This is the year that flash memory, in its various guises, will invade notebook storage. First Intel's Turbo Memory - using Vista's ReadyBoost and ReadyDrive features - followed by hybrid hard drives (HHDs) with small flash caches and, when prices drop, solid state drives (SSDs).
These storage saviours are meant to rescue mobile users from pure opto-mechanical drives that pump out heat, guzzle battery life and doggedly stifle performance. Sony, though, has flatly ignored flash memory with all of its new Vaio laptops, including this VGN-TZ11XN/B, more succinctly known as the TZ11.
In fact, Sony has sidelined a number of recent developments, including Santa Rosa (or Centrino 4, but officially Centrino Pro and Duo - Pro has security features). Instead, it's opted for a 'refreshed' Centrino 3 - or Napa - platform and the Mobile Intel 945GMS Express Chipset.
On face value, you may be wondering what's so great about paying £1,800 for last year's technology. The crux of the matter is that, currently, Intel's Santa Rosa platform isn't the best fit for an ultraportable.
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One reason for adopting the new Santa Rosa platform is to increase battery life and generate faster startup times through Intel's optional Turbo Memory. This uses flash modules of 512MB or 1GB housed in a mini-PCI slot to cache often accessed files that would normally be retrieved by a battery-sapping hard drive. The trouble is, Sony is adamant that both Turbo Memory and HHDs don't work with the first release of Vista.
Sony says that Vista's ReadyBoost and ReadyDrive features need to learn what to load into Turbo Memory or onto a HHD to increase performance and says the OS won't acquire that knowledge until SP1 arrives. It's also in no hurry to redesign its mainboard to fit in a mini-PCI module.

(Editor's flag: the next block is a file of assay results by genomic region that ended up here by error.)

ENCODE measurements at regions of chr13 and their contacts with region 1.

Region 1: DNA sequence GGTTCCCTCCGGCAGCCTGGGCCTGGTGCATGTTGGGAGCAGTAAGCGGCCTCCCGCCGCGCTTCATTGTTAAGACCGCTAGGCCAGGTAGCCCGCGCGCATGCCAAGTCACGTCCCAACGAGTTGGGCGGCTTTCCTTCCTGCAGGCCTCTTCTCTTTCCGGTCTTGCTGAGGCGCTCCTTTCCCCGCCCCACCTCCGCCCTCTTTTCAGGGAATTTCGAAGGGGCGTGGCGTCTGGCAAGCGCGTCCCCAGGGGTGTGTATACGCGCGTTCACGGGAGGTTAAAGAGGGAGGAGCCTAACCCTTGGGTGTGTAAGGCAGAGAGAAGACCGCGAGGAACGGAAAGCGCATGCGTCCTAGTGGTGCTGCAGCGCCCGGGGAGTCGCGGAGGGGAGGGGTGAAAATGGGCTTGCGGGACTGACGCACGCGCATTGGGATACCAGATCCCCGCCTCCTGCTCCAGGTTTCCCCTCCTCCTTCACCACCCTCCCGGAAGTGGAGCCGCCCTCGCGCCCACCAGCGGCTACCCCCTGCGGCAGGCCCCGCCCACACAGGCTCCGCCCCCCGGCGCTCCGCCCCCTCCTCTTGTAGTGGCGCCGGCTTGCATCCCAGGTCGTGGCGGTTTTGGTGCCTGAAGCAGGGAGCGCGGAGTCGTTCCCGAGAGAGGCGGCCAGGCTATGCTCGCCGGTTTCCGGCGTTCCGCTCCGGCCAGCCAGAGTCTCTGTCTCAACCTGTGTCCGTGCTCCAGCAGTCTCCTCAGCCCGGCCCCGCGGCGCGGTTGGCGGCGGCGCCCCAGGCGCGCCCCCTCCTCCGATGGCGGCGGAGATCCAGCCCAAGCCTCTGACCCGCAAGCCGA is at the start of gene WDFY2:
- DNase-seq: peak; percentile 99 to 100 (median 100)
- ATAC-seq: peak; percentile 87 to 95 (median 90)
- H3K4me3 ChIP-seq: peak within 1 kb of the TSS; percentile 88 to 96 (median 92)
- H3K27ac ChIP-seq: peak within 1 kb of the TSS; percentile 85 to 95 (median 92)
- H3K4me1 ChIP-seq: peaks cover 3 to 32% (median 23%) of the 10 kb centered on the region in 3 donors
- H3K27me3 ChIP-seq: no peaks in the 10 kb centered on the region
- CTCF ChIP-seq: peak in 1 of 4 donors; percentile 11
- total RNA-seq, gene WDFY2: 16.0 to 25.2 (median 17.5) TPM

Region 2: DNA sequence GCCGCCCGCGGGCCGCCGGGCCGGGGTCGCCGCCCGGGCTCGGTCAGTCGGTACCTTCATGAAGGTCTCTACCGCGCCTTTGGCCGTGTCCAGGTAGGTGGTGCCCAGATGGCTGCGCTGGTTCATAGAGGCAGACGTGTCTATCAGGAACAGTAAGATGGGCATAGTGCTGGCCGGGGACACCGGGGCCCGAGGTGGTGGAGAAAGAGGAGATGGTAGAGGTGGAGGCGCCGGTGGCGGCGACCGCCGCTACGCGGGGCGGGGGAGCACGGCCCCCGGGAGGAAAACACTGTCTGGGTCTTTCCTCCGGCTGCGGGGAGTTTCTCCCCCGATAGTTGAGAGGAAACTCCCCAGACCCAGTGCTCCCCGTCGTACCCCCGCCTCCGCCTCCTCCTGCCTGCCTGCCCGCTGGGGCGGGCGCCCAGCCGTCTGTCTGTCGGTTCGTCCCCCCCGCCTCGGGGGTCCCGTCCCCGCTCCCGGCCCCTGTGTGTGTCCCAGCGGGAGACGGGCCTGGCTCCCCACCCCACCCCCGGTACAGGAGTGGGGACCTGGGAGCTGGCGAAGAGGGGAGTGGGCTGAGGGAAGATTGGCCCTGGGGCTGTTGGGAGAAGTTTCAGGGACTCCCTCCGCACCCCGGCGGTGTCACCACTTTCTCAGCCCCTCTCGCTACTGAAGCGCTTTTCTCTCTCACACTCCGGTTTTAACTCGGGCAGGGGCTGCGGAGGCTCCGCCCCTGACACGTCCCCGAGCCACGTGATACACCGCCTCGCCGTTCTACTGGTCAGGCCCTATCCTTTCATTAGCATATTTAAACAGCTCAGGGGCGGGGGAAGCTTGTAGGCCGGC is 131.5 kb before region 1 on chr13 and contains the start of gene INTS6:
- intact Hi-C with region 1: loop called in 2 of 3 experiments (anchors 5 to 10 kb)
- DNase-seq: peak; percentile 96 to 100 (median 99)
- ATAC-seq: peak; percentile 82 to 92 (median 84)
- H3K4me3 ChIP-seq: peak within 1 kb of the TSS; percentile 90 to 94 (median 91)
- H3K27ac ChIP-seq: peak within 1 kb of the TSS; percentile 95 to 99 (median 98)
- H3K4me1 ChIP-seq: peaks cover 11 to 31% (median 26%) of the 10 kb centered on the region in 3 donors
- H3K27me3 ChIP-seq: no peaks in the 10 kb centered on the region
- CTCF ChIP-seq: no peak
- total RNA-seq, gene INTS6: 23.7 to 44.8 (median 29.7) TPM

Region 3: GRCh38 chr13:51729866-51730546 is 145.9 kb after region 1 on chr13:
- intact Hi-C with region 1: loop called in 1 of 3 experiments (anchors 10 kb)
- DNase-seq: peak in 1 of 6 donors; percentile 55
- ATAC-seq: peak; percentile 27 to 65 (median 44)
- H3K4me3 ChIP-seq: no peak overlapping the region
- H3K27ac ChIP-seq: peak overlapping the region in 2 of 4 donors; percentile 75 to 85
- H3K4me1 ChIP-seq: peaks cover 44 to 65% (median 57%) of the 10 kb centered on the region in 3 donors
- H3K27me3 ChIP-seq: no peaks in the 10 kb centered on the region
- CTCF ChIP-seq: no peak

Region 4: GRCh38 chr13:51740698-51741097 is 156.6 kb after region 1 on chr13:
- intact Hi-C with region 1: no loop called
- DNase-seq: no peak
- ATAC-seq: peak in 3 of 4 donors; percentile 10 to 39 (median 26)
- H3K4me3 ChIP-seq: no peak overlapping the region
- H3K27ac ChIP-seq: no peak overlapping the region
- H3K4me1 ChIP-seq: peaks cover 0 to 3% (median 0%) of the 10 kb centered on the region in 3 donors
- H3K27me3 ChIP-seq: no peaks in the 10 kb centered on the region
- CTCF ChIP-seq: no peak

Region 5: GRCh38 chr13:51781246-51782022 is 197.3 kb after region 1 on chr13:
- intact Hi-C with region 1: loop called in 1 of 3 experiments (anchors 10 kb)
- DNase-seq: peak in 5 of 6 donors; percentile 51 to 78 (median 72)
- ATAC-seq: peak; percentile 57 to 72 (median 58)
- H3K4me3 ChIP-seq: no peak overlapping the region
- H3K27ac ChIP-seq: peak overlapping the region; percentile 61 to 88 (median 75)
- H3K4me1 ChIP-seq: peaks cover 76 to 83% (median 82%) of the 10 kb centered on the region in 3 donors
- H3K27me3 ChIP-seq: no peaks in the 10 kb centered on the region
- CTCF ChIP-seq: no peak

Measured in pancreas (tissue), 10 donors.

Our previous tests suggest that Turbo Memory offers a huge improvement as more data is cached, but Sony has snubbed flash memory and looked elsewhere to improve mobile efficiency.
The TZ11 may have lost out on Turbo Memory's claimed 20-minute boost to battery life, but 'refreshed' Napa support for the Intel Core 2 Duo means Sony has been able to plumb straight for the ultra low voltage chips (in this case running at 1.06GHz), which have a TDP (Thermal Design Power) rating of only 10W.
This Intel chip sports the far more aggressive Enhanced SpeedStep, which automatically switches between maximum performance mode and battery-optimised mode, depending on the application being run at the time. Sony has certainly worked out the angles to achieve the battery life result we got; it clocked close to four hours under processor-intensive conditions and over five hours in the default Vaio battery mode.
We were surprised, though, that Sony didn't cherry-pick Santa Rosa's Wi-Fi Link (4965AGN), since the Napa platform supports it now. However, Napa's Intel Pro/Wireless 3945ABG is adequate to most needs, covering 802.11a/b/g standards at 2.4GHz and 5GHz bandwidths.
In terms of graphics, Sony has again gone the way of Napa, using the Intel Graphics Media Accelerator 950. Its Cinebench results are adequate (306) and good enough to show off Vista's Aero niceties. Admittedly, we've already seen that the GMA X3100 graphics chipset would have doubled the TZ11's performance, adding T&L support, but is there really much point playing Doom 3 at 10fps?
Externally, this ultraportable has intelligent effort etched all over its aesthetically beautiful matte-black design. Even with the battery slotted into place across the hinge, it's a sleek number.
It weighs less than a kilogram in hand, while the 11.1in X-black screen, which will support hi-def at 720p, is only 5mm deep. In fact, the whole machine is a fraction under 30mm thick when the lid's closed. The Vaio's keyboard design has also undergone a stylish MacBook Pro-inspired redesign, making the keys nice and responsive.
The TZ11 is no feature slouch either: it comes with a DVD burner, webcam, biometrics security, 100GB hard drive and a Vista-satisfying 2GBs of memory. Sony's decision to offer real performance and battery life now, rather than risk it on an unproven spec is admirable, although it may just become the swan song for magnetic media storage in ultraportables.